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Thursday, 5 January 2012

THE WORLD (and The Smiths) IN 1959

Ben Smith - author or NO TIME FOR THE SMITHS sets the scene for his remarkable memoir of the first year of his marriage. This extract - the start of a talk on the book - describes how the world was then.

Well, it's not often that a book you wrote fifty years ago gets up but this one did.

Fifty-four years ago, I was a gormless young 21-year old who'd just married a divorced woman nine years older than I was.  We had no money, so all we could afford to rent was a shack in the backblocks of Avalon - 26 miles from where we worked in Sydney. And, as she freely admitted, I was being cradle-snatched. Because, after one bad marriage, she was desperate to settle down and breed.

And we were destitute. She couldn't even afford bed sheets. And all I owned was a rickety car the same age as I was - a side valve Morris Minor that broke down or burst into flames the moment you went near it.

Rina worked in town and I worked as a studiohand or scene-shifter at Channel 2, Gore Hill. Both jobs were a long way from Avalon when you had an unpredictable car.

In other words, the whole set-up was so impractical, it left us with no time to scratch ourselves. Hence - NO TIME FOR THE SMITHS - the account of an impossible first year of marriage.

Remember, things were very different fifty years ago. So just to jog the mind - let's set the scene a little:


It was before the Vietnam war and the Berlin Wall. DNA and the laser still hadn't been discovered but a Soviet rocket had just crashed into the moon.

The Dali Lama was fleeing Tibet. Castro had taken over Cuba. Kennedy was not yet president. And there was terror about the prospect of a future nuclear war.

The new inventions were the hovercraft, the synthesiser and stereo recording. And computers were still only to be found in university science departments.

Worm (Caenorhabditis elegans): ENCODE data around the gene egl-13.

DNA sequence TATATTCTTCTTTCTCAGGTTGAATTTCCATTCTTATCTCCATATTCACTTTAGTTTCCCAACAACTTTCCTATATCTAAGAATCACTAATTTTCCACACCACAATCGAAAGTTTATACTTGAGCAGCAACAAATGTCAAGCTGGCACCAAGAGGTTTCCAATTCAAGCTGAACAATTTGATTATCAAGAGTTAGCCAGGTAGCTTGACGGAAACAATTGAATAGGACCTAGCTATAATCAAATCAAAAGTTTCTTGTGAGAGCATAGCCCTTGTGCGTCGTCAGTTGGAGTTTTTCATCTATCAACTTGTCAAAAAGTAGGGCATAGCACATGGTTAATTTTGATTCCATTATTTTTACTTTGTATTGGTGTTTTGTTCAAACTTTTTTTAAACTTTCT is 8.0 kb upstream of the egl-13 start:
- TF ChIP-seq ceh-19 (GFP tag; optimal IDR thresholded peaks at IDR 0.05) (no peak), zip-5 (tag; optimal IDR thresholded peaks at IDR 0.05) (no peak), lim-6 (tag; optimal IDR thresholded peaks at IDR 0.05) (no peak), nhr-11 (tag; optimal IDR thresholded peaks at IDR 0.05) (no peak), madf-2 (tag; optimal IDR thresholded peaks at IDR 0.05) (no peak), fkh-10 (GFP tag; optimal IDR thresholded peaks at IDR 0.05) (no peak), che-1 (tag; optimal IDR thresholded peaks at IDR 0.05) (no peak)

A Catholic synod decreed that women wearing men's clothes or with uncovered arms were unworthy of the sacrament. And the Archbishop of Canterbury wanted adultery made a criminal offence.

The first kidney transplant had just been done and the BMA had finally decided that smoking caused lung cancer.

Grace Kelly had became a princess. Princess Margaret was marrying a commoner. Elvis was drafted and Buddy Holly, Bogart and James Dean died.

The films were High Society, The Ten Commandments and Ben Hur. The musical was My Fair Lady. Harold Pinter had just written The Caretaker and Jaques Tati was starring in Mon Oncle.

Martin Luther King was stabbed and Alec Guinness knighted.  Donald Campbell set a world speed record and the first Mini Minor appeared.

Cassius Clay had begun his career, but, in Lousiana, mixed race boxing matches were banned. And in Alabama, a children's book was withdrawn because it showed a black rabbit marrying a white one.

So that was the international scene. 
But how was it fifty years ago in Australia?


Well, our population was ten million - including one million post-war migrants.

There were just two million cars in the country. And a Holden Station Wagon cost 995 pounds.

A Victor mower would set you back 49 guineas or seven shillings a week. This at a time when the average home - cost around 6 thousand pounds.